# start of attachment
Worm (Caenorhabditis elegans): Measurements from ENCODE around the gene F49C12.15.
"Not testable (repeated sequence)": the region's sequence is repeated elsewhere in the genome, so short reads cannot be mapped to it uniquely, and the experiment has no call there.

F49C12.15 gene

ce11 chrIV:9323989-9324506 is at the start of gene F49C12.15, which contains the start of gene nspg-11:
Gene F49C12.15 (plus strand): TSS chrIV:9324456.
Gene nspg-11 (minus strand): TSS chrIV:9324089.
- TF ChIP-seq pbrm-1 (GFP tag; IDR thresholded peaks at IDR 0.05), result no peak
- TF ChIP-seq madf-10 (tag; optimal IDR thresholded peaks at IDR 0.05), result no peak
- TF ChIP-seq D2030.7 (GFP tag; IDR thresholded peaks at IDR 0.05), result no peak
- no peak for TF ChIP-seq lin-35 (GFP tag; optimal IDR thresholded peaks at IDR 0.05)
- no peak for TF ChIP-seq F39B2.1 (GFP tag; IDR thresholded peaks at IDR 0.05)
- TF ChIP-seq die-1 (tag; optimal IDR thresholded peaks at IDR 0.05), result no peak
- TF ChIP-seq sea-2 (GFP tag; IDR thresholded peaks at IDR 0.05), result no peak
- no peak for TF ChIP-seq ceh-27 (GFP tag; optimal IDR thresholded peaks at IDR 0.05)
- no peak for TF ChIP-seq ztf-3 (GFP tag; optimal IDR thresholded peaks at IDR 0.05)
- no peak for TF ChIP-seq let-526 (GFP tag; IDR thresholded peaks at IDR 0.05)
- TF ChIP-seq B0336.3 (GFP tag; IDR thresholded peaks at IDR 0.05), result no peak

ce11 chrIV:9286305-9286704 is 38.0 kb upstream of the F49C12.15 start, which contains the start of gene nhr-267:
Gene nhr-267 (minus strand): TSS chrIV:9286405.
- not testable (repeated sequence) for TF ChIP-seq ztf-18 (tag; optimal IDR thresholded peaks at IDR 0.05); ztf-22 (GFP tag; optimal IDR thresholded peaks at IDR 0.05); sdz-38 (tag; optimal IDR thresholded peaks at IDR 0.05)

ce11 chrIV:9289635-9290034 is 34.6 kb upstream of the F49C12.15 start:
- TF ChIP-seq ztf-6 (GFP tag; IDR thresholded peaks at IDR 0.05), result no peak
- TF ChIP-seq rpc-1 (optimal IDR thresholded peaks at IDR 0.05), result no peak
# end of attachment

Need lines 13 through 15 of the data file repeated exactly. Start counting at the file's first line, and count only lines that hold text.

- TF ChIP-seq sea-2 (GFP tag; IDR thresholded peaks at IDR 0.05), result no peak
- no peak for TF ChIP-seq ceh-27 (GFP tag; optimal IDR thresholded peaks at IDR 0.05)
- no peak for TF ChIP-seq ztf-3 (GFP tag; optimal IDR thresholded peaks at IDR 0.05)